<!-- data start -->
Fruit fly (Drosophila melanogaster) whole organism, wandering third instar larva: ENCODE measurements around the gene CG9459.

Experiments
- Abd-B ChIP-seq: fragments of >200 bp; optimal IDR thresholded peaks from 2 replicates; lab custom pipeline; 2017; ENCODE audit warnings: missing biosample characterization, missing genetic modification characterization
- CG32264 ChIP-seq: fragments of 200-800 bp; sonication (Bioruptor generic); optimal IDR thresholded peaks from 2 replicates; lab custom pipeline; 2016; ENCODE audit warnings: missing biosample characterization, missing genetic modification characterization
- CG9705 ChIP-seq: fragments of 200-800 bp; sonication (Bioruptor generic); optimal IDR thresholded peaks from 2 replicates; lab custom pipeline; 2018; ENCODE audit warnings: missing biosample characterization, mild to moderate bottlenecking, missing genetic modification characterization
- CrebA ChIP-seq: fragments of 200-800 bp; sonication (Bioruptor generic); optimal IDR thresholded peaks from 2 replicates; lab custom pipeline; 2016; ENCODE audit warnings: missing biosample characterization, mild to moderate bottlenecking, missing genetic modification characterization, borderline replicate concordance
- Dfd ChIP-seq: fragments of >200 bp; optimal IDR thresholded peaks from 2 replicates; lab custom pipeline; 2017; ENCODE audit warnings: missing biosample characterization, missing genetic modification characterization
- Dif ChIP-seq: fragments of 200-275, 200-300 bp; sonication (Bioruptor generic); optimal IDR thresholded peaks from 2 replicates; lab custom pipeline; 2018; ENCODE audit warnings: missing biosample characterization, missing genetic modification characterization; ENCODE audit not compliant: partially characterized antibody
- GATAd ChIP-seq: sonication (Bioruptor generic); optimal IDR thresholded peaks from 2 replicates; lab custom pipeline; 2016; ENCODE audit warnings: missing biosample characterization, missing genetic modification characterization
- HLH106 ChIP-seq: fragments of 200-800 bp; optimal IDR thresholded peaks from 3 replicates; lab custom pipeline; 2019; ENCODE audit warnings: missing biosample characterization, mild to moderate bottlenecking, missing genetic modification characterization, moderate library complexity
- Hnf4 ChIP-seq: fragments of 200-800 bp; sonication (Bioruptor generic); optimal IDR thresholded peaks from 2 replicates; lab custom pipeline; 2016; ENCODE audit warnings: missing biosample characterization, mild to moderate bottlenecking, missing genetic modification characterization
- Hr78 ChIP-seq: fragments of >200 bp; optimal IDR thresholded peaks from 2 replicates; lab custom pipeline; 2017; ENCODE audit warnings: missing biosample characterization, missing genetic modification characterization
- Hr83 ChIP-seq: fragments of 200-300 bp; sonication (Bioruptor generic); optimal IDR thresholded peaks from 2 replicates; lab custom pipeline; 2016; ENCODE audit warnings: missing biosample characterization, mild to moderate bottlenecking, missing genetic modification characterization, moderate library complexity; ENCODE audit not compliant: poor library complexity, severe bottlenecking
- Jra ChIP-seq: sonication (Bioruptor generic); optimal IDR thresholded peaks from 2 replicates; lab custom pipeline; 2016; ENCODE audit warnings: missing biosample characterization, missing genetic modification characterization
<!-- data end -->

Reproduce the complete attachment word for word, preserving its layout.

Fruit fly (Drosophila melanogaster) whole organism, wandering third instar larva: ENCODE measurements around the gene CG9459.

Experiments
- Abd-B ChIP-seq: fragments of >200 bp; optimal IDR thresholded peaks from 2 replicates; lab custom pipeline; 2017; ENCODE audit warnings: missing biosample characterization, missing genetic modification characterization
- CG32264 ChIP-seq: fragments of 200-800 bp; sonication (Bioruptor generic); optimal IDR thresholded peaks from 2 replicates; lab custom pipeline; 2016; ENCODE audit warnings: missing biosample characterization, missing genetic modification characterization
- CG9705 ChIP-seq: fragments of 200-800 bp; sonication (Bioruptor generic); optimal IDR thresholded peaks from 2 replicates; lab custom pipeline; 2018; ENCODE audit warnings: missing biosample characterization, mild to moderate bottlenecking, missing genetic modification characterization
- CrebA ChIP-seq: fragments of 200-800 bp; sonication (Bioruptor generic); optimal IDR thresholded peaks from 2 replicates; lab custom pipeline; 2016; ENCODE audit warnings: missing biosample characterization, mild to moderate bottlenecking, missing genetic modification characterization, borderline replicate concordance
- Dfd ChIP-seq: fragments of >200 bp; optimal IDR thresholded peaks from 2 replicates; lab custom pipeline; 2017; ENCODE audit warnings: missing biosample characterization, missing genetic modification characterization
- Dif ChIP-seq: fragments of 200-275, 200-300 bp; sonication (Bioruptor generic); optimal IDR thresholded peaks from 2 replicates; lab custom pipeline; 2018; ENCODE audit warnings: missing biosample characterization, missing genetic modification characterization; ENCODE audit not compliant: partially characterized antibody
- GATAd ChIP-seq: sonication (Bioruptor generic); optimal IDR thresholded peaks from 2 replicates; lab custom pipeline; 2016; ENCODE audit warnings: missing biosample characterization, missing genetic modification characterization
- HLH106 ChIP-seq: fragments of 200-800 bp; optimal IDR thresholded peaks from 3 replicates; lab custom pipeline; 2019; ENCODE audit warnings: missing biosample characterization, mild to moderate bottlenecking, missing genetic modification characterization, moderate library complexity
- Hnf4 ChIP-seq: fragments of 200-800 bp; sonication (Bioruptor generic); optimal IDR thresholded peaks from 2 replicates; lab custom pipeline; 2016; ENCODE audit warnings: missing biosample characterization, mild to moderate bottlenecking, missing genetic modification characterization
- Hr78 ChIP-seq: fragments of >200 bp; optimal IDR thresholded peaks from 2 replicates; lab custom pipeline; 2017; ENCODE audit warnings: missing biosample characterization, missing genetic modification characterization
- Hr83 ChIP-seq: fragments of 200-300 bp; sonication (Bioruptor generic); optimal IDR thresholded peaks from 2 replicates; lab custom pipeline; 2016; ENCODE audit warnings: missing biosample characterization, mild to moderate bottlenecking, missing genetic modification characterization, moderate library complexity; ENCODE audit not compliant: poor library complexity, severe bottlenecking
- Jra ChIP-seq: sonication (Bioruptor generic); optimal IDR thresholded peaks from 2 replicates; lab custom pipeline; 2016; ENCODE audit warnings: missing biosample characterization, missing genetic modification characterization